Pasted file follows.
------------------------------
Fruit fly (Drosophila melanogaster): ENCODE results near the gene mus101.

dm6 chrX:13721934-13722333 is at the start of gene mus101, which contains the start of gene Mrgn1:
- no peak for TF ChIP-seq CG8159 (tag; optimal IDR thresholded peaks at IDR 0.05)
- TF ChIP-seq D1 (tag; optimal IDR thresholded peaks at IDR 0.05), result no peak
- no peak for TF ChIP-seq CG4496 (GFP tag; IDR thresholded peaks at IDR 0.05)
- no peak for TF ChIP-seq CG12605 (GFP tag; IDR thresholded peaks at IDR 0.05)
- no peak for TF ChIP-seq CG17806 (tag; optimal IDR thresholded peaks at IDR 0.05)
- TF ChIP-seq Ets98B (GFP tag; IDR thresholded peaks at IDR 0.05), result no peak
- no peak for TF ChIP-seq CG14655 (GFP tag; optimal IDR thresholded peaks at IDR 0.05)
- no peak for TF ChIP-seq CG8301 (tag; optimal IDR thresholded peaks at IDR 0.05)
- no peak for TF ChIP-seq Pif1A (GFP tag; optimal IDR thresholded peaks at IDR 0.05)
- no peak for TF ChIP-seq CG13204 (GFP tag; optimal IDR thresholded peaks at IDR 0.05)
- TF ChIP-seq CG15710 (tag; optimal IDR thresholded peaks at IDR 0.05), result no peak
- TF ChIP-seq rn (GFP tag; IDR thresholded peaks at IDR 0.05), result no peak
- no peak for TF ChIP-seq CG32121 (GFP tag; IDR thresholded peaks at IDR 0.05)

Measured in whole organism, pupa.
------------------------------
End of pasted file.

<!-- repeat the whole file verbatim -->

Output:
Fruit fly (Drosophila melanogaster): ENCODE results near the gene mus101.

dm6 chrX:13721934-13722333 is at the start of gene mus101, which contains the start of gene Mrgn1:
- no peak for TF ChIP-seq CG8159 (tag; optimal IDR thresholded peaks at IDR 0.05)
- TF ChIP-seq D1 (tag; optimal IDR thresholded peaks at IDR 0.05), result no peak
- no peak for TF ChIP-seq CG4496 (GFP tag; IDR thresholded peaks at IDR 0.05)
- no peak for TF ChIP-seq CG12605 (GFP tag; IDR thresholded peaks at IDR 0.05)
- no peak for TF ChIP-seq CG17806 (tag; optimal IDR thresholded peaks at IDR 0.05)
- TF ChIP-seq Ets98B (GFP tag; IDR thresholded peaks at IDR 0.05), result no peak
- no peak for TF ChIP-seq CG14655 (GFP tag; optimal IDR thresholded peaks at IDR 0.05)
- no peak for TF ChIP-seq CG8301 (tag; optimal IDR thresholded peaks at IDR 0.05)
- no peak for TF ChIP-seq Pif1A (GFP tag; optimal IDR thresholded peaks at IDR 0.05)
- no peak for TF ChIP-seq CG13204 (GFP tag; optimal IDR thresholded peaks at IDR 0.05)
- TF ChIP-seq CG15710 (tag; optimal IDR thresholded peaks at IDR 0.05), result no peak
- TF ChIP-seq rn (GFP tag; IDR thresholded peaks at IDR 0.05), result no peak
- no peak for TF ChIP-seq CG32121 (GFP tag; IDR thresholded peaks at IDR 0.05)

Measured in whole organism, pupa.